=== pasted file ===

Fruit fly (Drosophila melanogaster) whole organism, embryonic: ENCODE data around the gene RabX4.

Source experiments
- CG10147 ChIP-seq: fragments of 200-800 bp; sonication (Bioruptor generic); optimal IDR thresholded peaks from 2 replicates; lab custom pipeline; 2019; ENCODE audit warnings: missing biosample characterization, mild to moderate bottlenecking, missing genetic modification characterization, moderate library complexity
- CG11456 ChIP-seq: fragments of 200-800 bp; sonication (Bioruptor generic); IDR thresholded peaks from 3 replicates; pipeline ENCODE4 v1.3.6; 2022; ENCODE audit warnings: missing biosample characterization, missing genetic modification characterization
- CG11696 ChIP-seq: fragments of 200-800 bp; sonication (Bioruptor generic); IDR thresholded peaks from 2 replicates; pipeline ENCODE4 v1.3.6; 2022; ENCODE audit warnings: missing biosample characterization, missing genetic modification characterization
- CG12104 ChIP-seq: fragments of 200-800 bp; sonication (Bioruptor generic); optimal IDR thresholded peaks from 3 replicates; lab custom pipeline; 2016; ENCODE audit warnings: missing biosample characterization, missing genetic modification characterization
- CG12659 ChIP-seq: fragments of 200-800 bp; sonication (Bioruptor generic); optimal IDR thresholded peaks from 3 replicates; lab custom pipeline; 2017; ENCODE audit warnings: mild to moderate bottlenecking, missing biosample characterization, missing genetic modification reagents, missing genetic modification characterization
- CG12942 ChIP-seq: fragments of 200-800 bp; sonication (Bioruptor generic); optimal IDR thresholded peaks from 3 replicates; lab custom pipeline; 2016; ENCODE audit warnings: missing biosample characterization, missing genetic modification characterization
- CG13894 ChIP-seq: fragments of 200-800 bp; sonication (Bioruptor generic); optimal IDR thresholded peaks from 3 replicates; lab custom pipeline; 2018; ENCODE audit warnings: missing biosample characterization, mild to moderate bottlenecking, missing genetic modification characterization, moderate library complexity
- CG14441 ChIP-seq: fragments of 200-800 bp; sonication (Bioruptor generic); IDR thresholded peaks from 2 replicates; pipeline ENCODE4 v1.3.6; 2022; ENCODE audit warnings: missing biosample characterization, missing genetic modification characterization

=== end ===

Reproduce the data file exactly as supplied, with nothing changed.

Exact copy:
Fruit fly (Drosophila melanogaster) whole organism, embryonic: ENCODE data around the gene RabX4.

Source experiments
- CG10147 ChIP-seq: fragments of 200-800 bp; sonication (Bioruptor generic); optimal IDR thresholded peaks from 2 replicates; lab custom pipeline; 2019; ENCODE audit warnings: missing biosample characterization, mild to moderate bottlenecking, missing genetic modification characterization, moderate library complexity
- CG11456 ChIP-seq: fragments of 200-800 bp; sonication (Bioruptor generic); IDR thresholded peaks from 3 replicates; pipeline ENCODE4 v1.3.6; 2022; ENCODE audit warnings: missing biosample characterization, missing genetic modification characterization
- CG11696 ChIP-seq: fragments of 200-800 bp; sonication (Bioruptor generic); IDR thresholded peaks from 2 replicates; pipeline ENCODE4 v1.3.6; 2022; ENCODE audit warnings: missing biosample characterization, missing genetic modification characterization
- CG12104 ChIP-seq: fragments of 200-800 bp; sonication (Bioruptor generic); optimal IDR thresholded peaks from 3 replicates; lab custom pipeline; 2016; ENCODE audit warnings: missing biosample characterization, missing genetic modification characterization
- CG12659 ChIP-seq: fragments of 200-800 bp; sonication (Bioruptor generic); optimal IDR thresholded peaks from 3 replicates; lab custom pipeline; 2017; ENCODE audit warnings: mild to moderate bottlenecking, missing biosample characterization, missing genetic modification reagents, missing genetic modification characterization
- CG12942 ChIP-seq: fragments of 200-800 bp; sonication (Bioruptor generic); optimal IDR thresholded peaks from 3 replicates; lab custom pipeline; 2016; ENCODE audit warnings: missing biosample characterization, missing genetic modification characterization
- CG13894 ChIP-seq: fragments of 200-800 bp; sonication (Bioruptor generic); optimal IDR thresholded peaks from 3 replicates; lab custom pipeline; 2018; ENCODE audit warnings: missing biosample characterization, mild to moderate bottlenecking, missing genetic modification characterization, moderate library complexity
- CG14441 ChIP-seq: fragments of 200-800 bp; sonication (Bioruptor generic); IDR thresholded peaks from 2 replicates; pipeline ENCODE4 v1.3.6; 2022; ENCODE audit warnings: missing biosample characterization, missing genetic modification characterization